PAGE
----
By Lori Bredemeyer, Copy Editor
Students returning to school found they were required to register their computer, and most faced difficulties with myACU, although most of the problems have been extinguished, said James Langford, director of web integration and programming.
The most recent and ongoing problem has been the outage of the files tab on myACU, which Langford said is being caused by a hardware failure in the 4-year-old program.
When some of the new programs on myACU were updated, it caused complications with the computer containing student files.
“We anticipated this six months ago, and we had the person who wrote the program rewrite it,” Langford said. “One of our top priorities is fixing that or installing a replacement.”
Dr. K.B. Massingill, chief information officer, said upgrading certain programs can cause others to fail.
“Sometimes when you upgrade there’s a cascading effect because one upgrade may force another upgrade; you never know what that cascading effect will be,” he said. “It’s a complex environment … we have to look down the line to see what other programs it touches.”
Before students could work on the network, they had to register their computers with Information Technology on a new system called resNETreg, which stands for Resnet Registration. The system gives network engineers the ability to identify quickly a computer infected with a virus or needing a Windows update.
Massingill said the Information Services decided to utilize the program after the virus attack last August. He said it was relatively easy for Information Technology to control the virus on ACU-run computers, but a problem arose from personal computers on the network that already had the virus or several viruses.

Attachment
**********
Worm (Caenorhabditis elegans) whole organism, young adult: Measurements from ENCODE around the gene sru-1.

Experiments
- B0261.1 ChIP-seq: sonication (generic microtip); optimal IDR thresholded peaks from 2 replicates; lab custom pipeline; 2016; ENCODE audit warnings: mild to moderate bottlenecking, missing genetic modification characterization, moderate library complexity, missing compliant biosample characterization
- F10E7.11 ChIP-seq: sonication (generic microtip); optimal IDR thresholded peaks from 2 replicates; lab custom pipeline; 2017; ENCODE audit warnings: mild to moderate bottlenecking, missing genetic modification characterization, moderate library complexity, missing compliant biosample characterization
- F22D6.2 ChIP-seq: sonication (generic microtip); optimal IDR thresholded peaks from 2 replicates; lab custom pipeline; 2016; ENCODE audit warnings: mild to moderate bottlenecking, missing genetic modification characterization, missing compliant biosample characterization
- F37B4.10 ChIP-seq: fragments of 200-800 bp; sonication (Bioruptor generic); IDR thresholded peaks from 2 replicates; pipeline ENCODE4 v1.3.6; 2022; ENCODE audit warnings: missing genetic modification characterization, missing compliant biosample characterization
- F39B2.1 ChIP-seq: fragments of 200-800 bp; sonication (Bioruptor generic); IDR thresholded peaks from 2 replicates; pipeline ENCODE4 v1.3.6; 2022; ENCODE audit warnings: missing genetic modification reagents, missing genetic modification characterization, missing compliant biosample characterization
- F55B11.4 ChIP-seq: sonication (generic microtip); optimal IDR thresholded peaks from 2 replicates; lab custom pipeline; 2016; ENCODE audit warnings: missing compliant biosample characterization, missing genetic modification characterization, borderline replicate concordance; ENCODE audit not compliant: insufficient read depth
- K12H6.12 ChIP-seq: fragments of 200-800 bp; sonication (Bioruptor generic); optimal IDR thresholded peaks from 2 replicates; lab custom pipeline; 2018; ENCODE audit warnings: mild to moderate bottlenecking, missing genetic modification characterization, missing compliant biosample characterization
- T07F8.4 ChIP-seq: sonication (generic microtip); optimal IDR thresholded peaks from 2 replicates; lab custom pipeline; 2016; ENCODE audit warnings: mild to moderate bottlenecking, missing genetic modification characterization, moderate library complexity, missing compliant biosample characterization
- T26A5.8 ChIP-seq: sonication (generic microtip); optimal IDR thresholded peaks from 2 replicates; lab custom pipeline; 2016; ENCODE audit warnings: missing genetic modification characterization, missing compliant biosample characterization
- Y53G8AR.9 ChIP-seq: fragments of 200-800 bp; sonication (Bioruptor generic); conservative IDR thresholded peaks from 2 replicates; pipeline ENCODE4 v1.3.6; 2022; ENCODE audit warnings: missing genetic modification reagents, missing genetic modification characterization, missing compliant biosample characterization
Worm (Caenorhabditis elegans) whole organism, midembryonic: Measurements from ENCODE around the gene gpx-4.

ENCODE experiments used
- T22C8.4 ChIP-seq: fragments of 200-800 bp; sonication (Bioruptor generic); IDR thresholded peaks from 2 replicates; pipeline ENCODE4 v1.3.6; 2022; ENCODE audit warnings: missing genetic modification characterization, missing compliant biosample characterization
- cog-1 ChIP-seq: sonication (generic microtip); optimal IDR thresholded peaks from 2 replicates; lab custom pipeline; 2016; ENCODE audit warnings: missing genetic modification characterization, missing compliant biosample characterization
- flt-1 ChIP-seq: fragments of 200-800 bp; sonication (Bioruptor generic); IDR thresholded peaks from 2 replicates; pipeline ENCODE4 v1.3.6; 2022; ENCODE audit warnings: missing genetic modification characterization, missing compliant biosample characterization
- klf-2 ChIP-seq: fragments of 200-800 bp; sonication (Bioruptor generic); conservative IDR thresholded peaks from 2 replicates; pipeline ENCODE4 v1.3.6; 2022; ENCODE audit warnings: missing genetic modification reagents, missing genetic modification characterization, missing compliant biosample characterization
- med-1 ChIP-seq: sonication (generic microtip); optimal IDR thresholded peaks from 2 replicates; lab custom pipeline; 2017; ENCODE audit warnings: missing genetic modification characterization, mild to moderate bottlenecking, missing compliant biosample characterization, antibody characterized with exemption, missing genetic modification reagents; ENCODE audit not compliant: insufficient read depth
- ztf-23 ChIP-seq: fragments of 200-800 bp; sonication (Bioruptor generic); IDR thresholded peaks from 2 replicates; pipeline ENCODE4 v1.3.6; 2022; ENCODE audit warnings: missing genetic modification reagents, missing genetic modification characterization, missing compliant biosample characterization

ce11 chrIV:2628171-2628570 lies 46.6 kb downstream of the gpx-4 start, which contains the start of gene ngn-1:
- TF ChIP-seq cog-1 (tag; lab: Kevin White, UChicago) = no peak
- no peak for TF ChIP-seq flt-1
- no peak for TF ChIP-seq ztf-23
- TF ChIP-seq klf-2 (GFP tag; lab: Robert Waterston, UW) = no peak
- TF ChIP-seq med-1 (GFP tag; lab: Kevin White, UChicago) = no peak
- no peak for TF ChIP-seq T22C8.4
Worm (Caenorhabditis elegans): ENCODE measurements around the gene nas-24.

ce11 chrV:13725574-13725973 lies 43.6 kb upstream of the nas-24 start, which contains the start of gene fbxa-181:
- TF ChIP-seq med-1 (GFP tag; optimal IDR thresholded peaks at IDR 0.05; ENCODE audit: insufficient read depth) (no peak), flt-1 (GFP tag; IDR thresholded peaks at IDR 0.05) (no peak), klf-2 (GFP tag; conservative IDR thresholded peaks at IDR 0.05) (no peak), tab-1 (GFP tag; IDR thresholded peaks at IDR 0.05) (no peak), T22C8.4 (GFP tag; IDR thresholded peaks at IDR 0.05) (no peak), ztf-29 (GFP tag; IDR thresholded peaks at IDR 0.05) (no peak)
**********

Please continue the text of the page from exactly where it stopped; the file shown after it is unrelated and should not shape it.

With the new system, each student’s computer is registered and the technology offices can more easily identify where a problem is.
Massingill said the registration has gone smoothly.
“I’m impressed with the student body; they’ve dealt with the change almost transparently,” he said.
Bob Nevill, director of computer and network services, said when the system identifies a problem computer, an e-mail is sent to the user notifying them of the problem and giving them the steps to repair it.
“We’re not just taking them off the network, Nevill said. “We help the student get the machine cleaned up, and it benefits the whole network.”
Arthur Brant, network administrator, said 1,647 devices had been registered as of Thursday, which includes computers and game consoles, such as Xboxes.
Massingill said with all of the recent upgrades on the network, ACU is ahead of other schools.
“In relation to our peers, we’re pushing the envelope with the [myACU] portal,” he said. “We’re certainly not on the trailing edge. We’re doing things other schools are not.”